It wouldn't do to give away too much of the plot of either story - they rely for much of their effect on the unexpected - but both stories are about ordinary people whose public and private lives don't entirely correspond, and it's the friction between the facade and the reality that creates the drama and humour. The stories are subversive and very funny. The first - the Greening of Mrs Donaldson - is about a widow whose lodgers come up with a novel way of paying their rent arrears; the second - The Shielding of Mrs Forbes - is about an extended family where nobody is exactly what they seem, and they each spend much of their time trying to live up to the roles they have created for themselves. The sex scenes certainly have the potential to be raunchy, but it would be hard to take offence. After all, sex is perfectly normal: it's only our slightly odd unwillingness to talk about it that can make it seem smutty.
Bennett cleverly manages to retain the humanity and pathos of the individuals in his stories, while creating hugely entertaining scenarios for them. He is one of the best of our contemporary writers; that he writes satire and comedy makes his work no less relevant.
The Shielding of Mrs Forbes.
Graham Forbes is a disappointment to his mother, who thinks that if he must have a wife, he should have done better. Though her own husband isn't all that satisfactory either. Still, this is Alan Bennett, so what is happening in the bedroom (and in lots of other places too) is altogether more startling, perhaps shocking, and ultimately more true to people's predilections.
The Greening of Mrs Donaldson
Mrs Donaldson is a conventional middle-class woman beached on the shores of widowhood after a marriage that had been much like many others: happy to begin with, then satisfactory and finally dull. But when she decides to take in two lodgers, her mundane life becomes much more stimulating ...
I might have a bit of a theme developing here with my last book in part concerned with sexual hang-ups and behaviour. Rest assured, this is temporary as my next/latest read is a wee bit more traditionally rooted in the crime genre. It is nice to freshen things up now and again though.
I have obviously heard of the playwright Bennett and was intrigued enough to give try some of his shorter work, though apparently his memoir/autobiography/diary - Writing Home is supposed to be really interesting. It was a toss-up between Smut and Four Stories and Smut shaded it on length.
As a further aside, I was moved enough when reading this to buy a copy of the film adaptation of his award winning play The History Boys. Released in 2006, the Keane family four, youngest daughter excused - "14 and bored" were entertained last Sunday evening by the Grammar school boys and their teacher's efforts to achieve entry into Oxford/Cambridge Universities. The late, Richard Griffiths was fantastic.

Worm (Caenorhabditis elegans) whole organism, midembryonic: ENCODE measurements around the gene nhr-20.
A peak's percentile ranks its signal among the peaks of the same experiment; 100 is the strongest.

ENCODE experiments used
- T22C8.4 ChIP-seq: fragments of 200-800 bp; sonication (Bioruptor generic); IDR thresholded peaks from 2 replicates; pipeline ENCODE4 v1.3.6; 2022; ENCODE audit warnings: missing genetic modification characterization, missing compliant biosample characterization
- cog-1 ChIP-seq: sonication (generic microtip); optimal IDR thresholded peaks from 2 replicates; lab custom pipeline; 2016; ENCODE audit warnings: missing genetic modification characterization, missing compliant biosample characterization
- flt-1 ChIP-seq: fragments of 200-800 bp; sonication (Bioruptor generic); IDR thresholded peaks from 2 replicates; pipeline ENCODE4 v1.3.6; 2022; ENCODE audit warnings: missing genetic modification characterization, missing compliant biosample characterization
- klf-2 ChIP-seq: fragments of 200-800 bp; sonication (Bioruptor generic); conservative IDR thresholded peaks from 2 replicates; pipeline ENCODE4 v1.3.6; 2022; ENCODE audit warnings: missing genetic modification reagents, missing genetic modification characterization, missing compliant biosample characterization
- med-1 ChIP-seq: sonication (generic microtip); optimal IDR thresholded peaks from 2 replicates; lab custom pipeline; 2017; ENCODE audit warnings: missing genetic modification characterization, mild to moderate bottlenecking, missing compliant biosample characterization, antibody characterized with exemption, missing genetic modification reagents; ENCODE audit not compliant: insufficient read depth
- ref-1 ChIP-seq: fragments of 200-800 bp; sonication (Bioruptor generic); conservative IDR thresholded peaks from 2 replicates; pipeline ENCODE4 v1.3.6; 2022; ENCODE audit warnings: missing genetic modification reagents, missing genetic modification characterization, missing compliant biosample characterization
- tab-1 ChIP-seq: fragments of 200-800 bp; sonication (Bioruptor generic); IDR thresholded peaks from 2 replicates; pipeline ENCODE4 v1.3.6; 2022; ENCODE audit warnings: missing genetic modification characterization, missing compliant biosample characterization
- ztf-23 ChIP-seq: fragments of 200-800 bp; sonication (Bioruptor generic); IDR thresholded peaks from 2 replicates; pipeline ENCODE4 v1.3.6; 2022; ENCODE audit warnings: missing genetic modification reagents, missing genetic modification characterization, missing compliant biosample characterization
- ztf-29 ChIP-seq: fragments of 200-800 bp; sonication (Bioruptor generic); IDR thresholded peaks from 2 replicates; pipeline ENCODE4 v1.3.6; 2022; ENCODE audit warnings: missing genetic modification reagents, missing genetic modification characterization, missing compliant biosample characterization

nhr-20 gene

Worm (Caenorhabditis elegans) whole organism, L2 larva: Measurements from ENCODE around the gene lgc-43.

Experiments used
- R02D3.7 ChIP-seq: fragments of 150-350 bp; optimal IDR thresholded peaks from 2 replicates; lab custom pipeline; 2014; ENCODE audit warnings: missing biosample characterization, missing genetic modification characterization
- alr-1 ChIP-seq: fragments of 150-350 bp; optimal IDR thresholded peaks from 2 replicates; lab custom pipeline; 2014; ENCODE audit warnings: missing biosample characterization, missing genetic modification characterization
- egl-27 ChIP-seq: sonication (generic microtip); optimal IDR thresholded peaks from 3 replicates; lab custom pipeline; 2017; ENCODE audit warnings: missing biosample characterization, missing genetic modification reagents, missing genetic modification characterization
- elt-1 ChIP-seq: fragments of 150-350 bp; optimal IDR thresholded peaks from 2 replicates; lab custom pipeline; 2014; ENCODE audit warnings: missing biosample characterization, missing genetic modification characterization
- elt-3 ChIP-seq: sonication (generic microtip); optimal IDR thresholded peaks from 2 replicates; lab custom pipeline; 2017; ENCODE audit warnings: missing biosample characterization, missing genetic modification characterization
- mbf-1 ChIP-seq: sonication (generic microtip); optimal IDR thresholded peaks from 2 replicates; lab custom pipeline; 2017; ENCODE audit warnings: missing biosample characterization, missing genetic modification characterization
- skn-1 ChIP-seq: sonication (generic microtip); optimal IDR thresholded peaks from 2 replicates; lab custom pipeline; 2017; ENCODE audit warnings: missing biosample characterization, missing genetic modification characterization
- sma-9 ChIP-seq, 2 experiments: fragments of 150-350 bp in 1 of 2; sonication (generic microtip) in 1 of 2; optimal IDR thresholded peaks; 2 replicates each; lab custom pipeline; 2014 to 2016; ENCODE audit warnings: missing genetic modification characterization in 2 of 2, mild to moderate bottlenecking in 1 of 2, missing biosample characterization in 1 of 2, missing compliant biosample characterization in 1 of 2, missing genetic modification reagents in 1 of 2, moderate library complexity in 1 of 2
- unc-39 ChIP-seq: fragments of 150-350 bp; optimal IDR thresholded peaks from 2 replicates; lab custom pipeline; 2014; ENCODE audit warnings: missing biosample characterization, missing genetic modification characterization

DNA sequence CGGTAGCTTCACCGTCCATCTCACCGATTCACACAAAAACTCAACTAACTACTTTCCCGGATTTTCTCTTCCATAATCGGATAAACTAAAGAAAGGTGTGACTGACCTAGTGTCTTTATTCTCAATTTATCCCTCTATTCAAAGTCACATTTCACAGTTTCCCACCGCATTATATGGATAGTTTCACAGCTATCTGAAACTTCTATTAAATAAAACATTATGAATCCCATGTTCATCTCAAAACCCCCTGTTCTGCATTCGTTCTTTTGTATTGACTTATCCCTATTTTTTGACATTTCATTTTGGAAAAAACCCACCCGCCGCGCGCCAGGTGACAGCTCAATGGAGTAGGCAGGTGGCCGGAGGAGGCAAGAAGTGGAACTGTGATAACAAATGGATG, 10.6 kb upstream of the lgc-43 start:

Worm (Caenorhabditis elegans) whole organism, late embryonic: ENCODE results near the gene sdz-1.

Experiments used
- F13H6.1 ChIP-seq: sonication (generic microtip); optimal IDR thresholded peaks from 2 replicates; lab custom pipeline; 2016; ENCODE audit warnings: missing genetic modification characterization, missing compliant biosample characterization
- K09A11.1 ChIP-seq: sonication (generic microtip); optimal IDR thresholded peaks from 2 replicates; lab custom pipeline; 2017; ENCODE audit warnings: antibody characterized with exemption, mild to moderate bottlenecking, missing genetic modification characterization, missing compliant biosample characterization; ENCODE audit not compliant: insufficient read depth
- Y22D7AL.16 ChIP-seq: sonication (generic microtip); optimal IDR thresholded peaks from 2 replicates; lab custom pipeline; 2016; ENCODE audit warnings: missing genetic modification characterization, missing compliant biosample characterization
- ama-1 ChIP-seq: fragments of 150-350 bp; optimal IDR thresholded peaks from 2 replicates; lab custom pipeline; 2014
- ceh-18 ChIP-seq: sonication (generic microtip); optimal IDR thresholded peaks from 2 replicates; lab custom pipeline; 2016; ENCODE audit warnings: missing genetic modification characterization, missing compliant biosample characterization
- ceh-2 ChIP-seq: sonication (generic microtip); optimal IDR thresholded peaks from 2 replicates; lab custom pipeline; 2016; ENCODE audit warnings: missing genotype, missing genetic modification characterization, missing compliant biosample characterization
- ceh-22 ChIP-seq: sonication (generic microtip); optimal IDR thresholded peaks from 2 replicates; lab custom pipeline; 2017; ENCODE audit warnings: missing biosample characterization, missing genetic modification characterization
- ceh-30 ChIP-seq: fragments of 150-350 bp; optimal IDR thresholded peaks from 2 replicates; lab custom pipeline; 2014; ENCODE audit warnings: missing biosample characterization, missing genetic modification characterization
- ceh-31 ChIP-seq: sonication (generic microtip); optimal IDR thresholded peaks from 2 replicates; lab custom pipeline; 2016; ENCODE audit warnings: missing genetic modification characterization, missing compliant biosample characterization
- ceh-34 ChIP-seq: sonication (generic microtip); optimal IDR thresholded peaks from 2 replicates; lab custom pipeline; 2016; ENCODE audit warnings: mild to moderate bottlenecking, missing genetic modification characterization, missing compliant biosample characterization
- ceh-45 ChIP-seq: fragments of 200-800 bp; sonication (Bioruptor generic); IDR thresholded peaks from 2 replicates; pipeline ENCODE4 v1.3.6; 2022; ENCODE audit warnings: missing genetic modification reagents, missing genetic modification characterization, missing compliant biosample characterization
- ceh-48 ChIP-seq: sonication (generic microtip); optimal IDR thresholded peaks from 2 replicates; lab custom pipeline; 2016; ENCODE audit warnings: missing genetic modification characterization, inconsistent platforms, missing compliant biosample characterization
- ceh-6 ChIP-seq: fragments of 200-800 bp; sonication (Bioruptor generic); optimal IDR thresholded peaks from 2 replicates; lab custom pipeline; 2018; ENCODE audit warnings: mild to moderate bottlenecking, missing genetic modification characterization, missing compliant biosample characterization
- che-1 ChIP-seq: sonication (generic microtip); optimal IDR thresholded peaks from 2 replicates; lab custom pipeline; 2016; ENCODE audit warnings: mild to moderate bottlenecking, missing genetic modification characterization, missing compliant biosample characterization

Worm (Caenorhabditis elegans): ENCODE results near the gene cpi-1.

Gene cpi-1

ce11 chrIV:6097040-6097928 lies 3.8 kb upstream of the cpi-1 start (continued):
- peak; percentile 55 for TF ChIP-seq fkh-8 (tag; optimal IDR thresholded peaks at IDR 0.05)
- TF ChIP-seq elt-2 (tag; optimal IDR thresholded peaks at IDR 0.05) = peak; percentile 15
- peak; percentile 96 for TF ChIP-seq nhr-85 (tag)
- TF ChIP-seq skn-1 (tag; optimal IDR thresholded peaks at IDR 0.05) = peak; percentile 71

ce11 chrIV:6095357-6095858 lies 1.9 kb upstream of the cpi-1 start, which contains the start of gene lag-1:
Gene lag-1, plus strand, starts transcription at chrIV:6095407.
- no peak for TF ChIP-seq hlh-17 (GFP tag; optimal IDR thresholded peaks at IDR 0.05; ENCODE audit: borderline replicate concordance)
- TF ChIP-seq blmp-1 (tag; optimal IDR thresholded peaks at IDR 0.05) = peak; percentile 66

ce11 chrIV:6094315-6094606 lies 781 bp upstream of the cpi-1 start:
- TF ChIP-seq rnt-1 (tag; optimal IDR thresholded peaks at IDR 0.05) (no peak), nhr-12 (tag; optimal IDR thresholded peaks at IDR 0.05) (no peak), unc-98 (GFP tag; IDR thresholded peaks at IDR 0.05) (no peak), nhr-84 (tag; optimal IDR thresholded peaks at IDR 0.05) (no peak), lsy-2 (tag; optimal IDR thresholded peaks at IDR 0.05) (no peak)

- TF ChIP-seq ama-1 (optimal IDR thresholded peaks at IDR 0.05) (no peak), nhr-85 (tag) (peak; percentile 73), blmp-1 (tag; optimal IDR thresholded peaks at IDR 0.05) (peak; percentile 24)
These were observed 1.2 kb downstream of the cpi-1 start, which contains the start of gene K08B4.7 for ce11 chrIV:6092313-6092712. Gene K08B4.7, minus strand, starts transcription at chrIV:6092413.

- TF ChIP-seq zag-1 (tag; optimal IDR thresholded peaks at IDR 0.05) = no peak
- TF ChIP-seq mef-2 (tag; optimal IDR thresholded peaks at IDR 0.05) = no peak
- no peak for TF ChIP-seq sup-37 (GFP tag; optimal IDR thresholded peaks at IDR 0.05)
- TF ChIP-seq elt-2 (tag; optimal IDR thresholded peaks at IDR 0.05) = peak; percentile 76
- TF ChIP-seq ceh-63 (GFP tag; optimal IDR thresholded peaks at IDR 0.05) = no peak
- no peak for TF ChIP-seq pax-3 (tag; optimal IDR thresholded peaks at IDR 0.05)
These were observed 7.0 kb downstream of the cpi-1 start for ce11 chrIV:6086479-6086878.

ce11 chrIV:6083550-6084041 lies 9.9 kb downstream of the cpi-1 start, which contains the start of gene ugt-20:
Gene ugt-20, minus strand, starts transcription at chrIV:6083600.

Back to Smut....
Amusing and slightly titillating, these two long short stories or novellas proved an entertaining diversion from my usual fare of crime, murder, police and thieves. Note to self - I think I ought to try and read outside my preferred genre a bit more often.
Comedy writing can be a bit hit or miss, but when done well is satisfying. Bennett does it well, but also has me meditating on how closely we really know other people and on the secrets, often small things, that we keep from each other, particularly family. For a light book, Smut gave me some food for thought.
3 from 5
I think I got my copy, second-hand at the beginning of this year or end of last from either Amazon or E-Bay.
In the first, widowed Mrs. Donaldson is part of a group role-playing as patients in a medical school. Dr. Ballantyne (who fancies her) can thus all the better teach students how to interview, diagnose and break bad news. What causes her suddenly to become so invigorated, her acting so inventive? Seek no further than her young lodgers and their novel suggestion how to pay off rent arrears, thereby ensuring everything is "bang up to date".
In the second, gay but now married banker Graham is blackmailed by one with whom he has an arrangement. Great is his terror that his blinkered, tightlipped mother should ever find out.
Gems abound - people's foibles pinpointed, their vocabulary hilariously nailed. Relish Dr. Ballantyne's "death and grief don't always go together" and "these days gender is in flux". Savour what long suffering Mr. Forbes Snr. whispers in his wife's ear as they dance at Graham's wedding reception.
Here is smut with a charm that can cause no offence, delivered by one who knows how to tease and beguile.
Sex is a pivotal theme in all of these... Dirty Old Man!
Totally entertaining, they will make you feel many emotions, but you surely will smile.